As many commentators have noted, rising prices for staple products (food, energy, etc) have contributed to civil unrest in the Arab world. (What is unclear is if this inflation is largely due to growth in so-called BRIC countries or the quantitative easing of the FED and European Central Banks, or both.) The old men with guns are being confronted with demands for economic and political reforms from a youthful population. What is worth noting is that the political unrest in Egypt comes on the heels of a thirty year period of rising income per head and a twenty year period of significant, uninterrupted real growth. Rising expectations are dangerous times for dictatorships.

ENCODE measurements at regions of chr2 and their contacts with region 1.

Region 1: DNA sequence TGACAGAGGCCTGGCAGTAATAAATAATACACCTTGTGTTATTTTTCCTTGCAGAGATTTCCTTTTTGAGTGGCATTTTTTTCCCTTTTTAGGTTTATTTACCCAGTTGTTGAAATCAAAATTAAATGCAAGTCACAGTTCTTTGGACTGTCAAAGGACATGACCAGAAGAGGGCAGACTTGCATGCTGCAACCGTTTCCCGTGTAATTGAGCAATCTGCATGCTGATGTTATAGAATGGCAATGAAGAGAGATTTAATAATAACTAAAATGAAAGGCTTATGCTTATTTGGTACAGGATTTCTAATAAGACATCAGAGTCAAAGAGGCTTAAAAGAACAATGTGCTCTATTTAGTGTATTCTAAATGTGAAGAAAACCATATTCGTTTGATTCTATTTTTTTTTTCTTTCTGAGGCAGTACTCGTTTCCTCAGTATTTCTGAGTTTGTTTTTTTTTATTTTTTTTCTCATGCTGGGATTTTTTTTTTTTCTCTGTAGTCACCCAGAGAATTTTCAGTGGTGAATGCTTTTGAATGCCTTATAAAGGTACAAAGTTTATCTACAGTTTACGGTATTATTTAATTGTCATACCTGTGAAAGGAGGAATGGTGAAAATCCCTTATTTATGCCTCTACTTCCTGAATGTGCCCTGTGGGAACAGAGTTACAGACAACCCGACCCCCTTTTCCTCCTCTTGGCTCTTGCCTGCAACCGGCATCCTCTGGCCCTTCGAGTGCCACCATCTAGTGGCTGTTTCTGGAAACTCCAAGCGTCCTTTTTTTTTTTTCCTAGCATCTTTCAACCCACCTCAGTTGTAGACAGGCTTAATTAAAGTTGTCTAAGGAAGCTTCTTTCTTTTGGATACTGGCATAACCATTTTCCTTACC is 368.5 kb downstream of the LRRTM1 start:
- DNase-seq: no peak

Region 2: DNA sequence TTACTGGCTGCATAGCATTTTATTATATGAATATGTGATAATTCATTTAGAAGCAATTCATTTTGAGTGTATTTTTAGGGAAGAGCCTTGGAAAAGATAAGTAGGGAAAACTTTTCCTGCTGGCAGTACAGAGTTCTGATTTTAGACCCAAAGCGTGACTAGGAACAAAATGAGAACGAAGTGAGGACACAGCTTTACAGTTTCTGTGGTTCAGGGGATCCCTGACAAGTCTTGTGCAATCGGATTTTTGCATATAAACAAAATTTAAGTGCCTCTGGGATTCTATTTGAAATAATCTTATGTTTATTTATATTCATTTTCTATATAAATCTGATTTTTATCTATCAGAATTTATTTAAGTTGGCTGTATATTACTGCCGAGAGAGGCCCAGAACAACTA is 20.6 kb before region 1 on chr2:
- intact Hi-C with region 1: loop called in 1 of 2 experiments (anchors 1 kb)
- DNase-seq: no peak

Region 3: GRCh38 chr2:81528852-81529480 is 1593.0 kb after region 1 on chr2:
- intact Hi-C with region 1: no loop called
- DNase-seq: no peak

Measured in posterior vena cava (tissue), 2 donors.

Of course, Egypt is not the only important country where the military doesn't merely run politics but has also focused on rent-seeking self-enrichment via control over crucial aspects of the liberalizing economy. Pakistan, and China readily come to mind. (Russia, too.) In particular, I bet that the Chinese leadership is watching events in Tahrir square with more than unusual attention. I wouldn't be surprised, alas, if it is sending encouraging noises about the consequences of a crackdown.